Cyclical Reallocation of Workers Across Employers by Firm Size and Firm Wage
Do the job-to-job moves of workers contribute to the cyclicality of employment growth at different types of firms? In this paper, we use linked employer-employee data to provide direct evidence on the role of job-to-job flows in job reallocation in the U.S. economy. To guide our analysis, we look to the theoretical literature on on-the-job search, which predicts that job-to-job flows should reallocate workers from small to large firms. While this prediction is not supported by the data, we do find that job-to-job moves generally reallocate workers from lower paying to higher paying firms, and this reallocation of workers is highly procyclical. During the Great Recession, this firm wage job ladder collapsed, with net worker reallocation to higher wage firms falling to zero. We also find that differential responses of net hires from non-employment play an important role in the patterns of the cyclicality of employment dynamics across firms classified by size and wage. For example, we find that small and low wage firms experience greater reductions in net hires from non-employment during periods of economic contractions.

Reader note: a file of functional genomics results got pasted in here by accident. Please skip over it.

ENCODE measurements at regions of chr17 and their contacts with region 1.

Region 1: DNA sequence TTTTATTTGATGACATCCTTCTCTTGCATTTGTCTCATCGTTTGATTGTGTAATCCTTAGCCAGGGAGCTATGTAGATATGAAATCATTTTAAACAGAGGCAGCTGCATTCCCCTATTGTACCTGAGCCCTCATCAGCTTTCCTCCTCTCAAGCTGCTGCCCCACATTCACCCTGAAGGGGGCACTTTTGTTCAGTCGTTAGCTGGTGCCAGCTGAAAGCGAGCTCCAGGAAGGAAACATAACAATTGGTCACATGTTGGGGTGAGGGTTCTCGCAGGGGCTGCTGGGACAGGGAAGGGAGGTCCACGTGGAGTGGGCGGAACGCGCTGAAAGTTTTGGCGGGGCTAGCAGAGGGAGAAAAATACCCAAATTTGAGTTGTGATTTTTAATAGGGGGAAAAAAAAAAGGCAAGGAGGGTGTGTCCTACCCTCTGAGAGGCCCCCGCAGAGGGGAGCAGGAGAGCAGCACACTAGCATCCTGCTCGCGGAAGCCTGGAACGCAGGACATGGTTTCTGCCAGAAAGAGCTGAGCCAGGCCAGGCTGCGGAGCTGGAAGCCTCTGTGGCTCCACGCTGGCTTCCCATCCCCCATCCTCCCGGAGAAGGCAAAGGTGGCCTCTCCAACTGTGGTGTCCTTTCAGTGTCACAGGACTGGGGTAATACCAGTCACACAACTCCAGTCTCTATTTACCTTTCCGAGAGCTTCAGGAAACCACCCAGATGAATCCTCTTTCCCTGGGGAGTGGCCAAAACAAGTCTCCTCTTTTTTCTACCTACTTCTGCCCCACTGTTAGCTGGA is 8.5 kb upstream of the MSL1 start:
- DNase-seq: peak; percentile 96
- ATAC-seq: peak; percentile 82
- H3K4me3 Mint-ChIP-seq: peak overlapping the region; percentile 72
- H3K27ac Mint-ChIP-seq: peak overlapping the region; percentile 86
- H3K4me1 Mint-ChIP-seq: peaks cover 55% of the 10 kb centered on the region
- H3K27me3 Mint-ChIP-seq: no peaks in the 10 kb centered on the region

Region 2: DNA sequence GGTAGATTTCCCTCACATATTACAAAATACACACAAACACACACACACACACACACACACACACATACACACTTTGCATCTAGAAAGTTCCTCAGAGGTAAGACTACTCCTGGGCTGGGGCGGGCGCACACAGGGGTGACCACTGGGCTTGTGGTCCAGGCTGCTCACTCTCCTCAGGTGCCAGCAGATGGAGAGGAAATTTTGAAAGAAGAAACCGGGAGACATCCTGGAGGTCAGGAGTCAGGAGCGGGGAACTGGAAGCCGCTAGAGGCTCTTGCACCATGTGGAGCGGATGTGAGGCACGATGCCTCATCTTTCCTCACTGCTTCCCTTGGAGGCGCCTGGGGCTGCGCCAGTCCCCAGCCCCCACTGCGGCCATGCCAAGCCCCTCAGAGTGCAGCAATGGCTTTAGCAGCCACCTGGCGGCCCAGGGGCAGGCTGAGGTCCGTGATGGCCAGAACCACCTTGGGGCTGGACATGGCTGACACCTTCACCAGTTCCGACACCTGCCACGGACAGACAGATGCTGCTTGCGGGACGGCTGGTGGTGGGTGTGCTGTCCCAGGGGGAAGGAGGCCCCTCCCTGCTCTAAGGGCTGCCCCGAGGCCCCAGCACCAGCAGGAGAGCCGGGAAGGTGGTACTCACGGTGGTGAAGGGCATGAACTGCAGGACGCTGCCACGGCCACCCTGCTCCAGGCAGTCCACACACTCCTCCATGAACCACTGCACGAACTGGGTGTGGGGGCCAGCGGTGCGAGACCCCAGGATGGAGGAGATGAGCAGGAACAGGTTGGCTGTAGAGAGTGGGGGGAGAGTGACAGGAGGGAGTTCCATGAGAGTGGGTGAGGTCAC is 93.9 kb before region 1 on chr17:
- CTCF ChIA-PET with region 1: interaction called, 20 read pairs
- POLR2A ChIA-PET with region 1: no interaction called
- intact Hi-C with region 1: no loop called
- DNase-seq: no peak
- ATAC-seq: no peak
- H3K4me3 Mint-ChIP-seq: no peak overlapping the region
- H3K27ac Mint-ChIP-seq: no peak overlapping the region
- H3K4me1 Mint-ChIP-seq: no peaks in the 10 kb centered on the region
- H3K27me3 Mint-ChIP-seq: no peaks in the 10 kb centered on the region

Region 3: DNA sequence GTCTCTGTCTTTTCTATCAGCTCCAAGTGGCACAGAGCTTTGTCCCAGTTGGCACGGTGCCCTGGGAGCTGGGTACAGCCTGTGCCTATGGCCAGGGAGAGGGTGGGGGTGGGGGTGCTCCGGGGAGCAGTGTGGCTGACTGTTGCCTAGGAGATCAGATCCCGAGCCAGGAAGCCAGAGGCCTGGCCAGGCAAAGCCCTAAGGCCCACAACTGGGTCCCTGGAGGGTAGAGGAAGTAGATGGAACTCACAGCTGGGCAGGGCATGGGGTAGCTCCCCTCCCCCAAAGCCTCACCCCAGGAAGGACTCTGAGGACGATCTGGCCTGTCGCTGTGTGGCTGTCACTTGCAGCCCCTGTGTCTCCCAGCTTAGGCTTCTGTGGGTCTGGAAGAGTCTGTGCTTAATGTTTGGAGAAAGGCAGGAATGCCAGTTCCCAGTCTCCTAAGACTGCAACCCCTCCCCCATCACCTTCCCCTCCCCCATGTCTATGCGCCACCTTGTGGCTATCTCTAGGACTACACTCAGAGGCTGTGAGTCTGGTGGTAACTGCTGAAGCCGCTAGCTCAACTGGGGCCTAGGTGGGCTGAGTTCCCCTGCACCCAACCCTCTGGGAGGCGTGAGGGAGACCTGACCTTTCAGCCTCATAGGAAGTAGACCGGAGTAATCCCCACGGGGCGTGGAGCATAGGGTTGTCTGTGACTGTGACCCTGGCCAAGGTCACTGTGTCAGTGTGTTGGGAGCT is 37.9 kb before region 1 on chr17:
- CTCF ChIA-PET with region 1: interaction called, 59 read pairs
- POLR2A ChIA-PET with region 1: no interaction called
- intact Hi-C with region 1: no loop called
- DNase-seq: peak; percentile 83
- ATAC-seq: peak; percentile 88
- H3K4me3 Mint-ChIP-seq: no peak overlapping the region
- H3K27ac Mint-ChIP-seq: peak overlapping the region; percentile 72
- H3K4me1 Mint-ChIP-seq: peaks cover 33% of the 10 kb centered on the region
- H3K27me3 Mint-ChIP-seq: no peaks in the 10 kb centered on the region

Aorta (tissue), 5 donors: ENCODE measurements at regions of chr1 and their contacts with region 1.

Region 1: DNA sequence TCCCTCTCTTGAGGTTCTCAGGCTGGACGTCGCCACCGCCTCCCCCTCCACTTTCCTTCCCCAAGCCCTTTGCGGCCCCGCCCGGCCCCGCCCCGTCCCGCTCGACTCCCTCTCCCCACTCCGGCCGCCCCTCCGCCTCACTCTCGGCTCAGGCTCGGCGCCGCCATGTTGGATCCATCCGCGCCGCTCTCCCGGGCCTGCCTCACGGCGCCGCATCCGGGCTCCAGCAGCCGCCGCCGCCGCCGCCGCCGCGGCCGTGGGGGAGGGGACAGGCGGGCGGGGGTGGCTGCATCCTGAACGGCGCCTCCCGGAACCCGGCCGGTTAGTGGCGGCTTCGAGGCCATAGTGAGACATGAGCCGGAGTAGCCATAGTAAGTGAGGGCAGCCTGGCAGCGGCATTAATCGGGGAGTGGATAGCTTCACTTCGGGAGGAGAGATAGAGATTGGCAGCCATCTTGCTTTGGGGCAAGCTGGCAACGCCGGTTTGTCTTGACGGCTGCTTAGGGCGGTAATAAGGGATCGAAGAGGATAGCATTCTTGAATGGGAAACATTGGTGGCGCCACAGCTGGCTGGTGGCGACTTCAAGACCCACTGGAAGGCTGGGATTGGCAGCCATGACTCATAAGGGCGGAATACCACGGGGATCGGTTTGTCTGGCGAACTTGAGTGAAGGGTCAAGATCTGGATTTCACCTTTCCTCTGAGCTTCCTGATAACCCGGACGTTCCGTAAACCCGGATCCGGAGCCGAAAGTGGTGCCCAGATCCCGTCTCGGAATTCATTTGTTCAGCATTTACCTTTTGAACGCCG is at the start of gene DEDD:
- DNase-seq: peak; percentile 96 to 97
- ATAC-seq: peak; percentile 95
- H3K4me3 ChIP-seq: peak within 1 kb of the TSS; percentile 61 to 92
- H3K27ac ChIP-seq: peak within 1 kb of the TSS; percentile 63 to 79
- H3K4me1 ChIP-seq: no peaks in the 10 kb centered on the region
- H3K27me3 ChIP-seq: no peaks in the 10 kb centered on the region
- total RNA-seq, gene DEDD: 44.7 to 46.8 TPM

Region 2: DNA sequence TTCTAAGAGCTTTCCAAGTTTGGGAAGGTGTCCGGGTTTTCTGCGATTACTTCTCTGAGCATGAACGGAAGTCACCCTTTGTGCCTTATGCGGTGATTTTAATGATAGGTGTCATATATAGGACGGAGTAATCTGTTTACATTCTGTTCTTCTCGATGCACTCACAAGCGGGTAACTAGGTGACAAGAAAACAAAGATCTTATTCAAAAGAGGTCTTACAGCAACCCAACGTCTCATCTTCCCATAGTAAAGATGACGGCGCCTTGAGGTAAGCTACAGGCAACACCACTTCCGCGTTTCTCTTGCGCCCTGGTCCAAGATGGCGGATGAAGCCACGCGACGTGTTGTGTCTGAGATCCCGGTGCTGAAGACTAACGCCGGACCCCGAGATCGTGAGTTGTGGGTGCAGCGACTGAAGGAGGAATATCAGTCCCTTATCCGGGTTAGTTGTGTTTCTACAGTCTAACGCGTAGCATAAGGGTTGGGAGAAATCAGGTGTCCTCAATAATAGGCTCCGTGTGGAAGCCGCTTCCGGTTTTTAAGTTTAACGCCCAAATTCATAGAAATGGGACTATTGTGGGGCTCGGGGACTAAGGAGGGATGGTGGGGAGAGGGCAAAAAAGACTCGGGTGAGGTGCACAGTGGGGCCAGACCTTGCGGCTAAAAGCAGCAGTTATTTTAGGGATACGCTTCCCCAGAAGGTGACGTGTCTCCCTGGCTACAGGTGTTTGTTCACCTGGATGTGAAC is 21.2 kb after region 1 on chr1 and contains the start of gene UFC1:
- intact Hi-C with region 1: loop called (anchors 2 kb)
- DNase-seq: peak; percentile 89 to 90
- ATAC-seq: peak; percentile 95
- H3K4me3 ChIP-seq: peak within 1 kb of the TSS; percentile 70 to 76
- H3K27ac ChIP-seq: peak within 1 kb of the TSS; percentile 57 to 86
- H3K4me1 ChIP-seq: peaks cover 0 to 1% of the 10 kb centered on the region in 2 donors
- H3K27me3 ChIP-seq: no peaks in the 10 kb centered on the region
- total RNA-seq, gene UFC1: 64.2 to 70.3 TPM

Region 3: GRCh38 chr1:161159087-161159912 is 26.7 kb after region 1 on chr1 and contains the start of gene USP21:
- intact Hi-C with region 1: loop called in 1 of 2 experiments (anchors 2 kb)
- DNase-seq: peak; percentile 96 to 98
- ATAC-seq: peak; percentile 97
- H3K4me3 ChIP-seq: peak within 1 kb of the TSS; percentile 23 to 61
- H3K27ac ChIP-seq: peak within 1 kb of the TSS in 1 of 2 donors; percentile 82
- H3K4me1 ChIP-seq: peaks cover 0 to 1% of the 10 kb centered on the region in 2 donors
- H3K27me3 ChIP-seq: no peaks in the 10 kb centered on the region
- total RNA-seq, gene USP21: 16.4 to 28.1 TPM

Document Object Identifier (DOI): 10.3386/w21235
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